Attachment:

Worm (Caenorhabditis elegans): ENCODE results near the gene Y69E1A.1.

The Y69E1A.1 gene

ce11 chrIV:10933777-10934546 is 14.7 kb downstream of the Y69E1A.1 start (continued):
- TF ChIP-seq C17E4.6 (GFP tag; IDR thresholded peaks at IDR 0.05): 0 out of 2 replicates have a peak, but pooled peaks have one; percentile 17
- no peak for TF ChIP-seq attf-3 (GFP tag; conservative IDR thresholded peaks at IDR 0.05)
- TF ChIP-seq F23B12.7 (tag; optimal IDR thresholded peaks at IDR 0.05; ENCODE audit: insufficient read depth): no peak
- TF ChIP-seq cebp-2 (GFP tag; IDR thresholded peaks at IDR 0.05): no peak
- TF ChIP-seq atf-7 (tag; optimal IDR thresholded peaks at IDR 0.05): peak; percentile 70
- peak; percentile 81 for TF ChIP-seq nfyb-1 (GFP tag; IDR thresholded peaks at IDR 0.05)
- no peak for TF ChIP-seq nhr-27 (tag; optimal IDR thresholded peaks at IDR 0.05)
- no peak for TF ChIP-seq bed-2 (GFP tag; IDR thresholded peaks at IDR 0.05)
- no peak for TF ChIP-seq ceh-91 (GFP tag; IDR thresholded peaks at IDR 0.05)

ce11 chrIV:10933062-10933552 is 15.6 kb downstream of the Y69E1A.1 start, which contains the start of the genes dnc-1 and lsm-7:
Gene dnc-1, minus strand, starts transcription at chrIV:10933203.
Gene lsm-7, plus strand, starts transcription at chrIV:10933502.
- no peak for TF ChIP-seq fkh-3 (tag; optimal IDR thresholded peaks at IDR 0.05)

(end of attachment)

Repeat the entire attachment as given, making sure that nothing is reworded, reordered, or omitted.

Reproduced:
Worm (Caenorhabditis elegans): ENCODE results near the gene Y69E1A.1.

The Y69E1A.1 gene

ce11 chrIV:10933777-10934546 is 14.7 kb downstream of the Y69E1A.1 start (continued):
- TF ChIP-seq C17E4.6 (GFP tag; IDR thresholded peaks at IDR 0.05): 0 out of 2 replicates have a peak, but pooled peaks have one; percentile 17
- no peak for TF ChIP-seq attf-3 (GFP tag; conservative IDR thresholded peaks at IDR 0.05)
- TF ChIP-seq F23B12.7 (tag; optimal IDR thresholded peaks at IDR 0.05; ENCODE audit: insufficient read depth): no peak
- TF ChIP-seq cebp-2 (GFP tag; IDR thresholded peaks at IDR 0.05): no peak
- TF ChIP-seq atf-7 (tag; optimal IDR thresholded peaks at IDR 0.05): peak; percentile 70
- peak; percentile 81 for TF ChIP-seq nfyb-1 (GFP tag; IDR thresholded peaks at IDR 0.05)
- no peak for TF ChIP-seq nhr-27 (tag; optimal IDR thresholded peaks at IDR 0.05)
- no peak for TF ChIP-seq bed-2 (GFP tag; IDR thresholded peaks at IDR 0.05)
- no peak for TF ChIP-seq ceh-91 (GFP tag; IDR thresholded peaks at IDR 0.05)

ce11 chrIV:10933062-10933552 is 15.6 kb downstream of the Y69E1A.1 start, which contains the start of the genes dnc-1 and lsm-7:
Gene dnc-1, minus strand, starts transcription at chrIV:10933203.
Gene lsm-7, plus strand, starts transcription at chrIV:10933502.
- no peak for TF ChIP-seq fkh-3 (tag; optimal IDR thresholded peaks at IDR 0.05)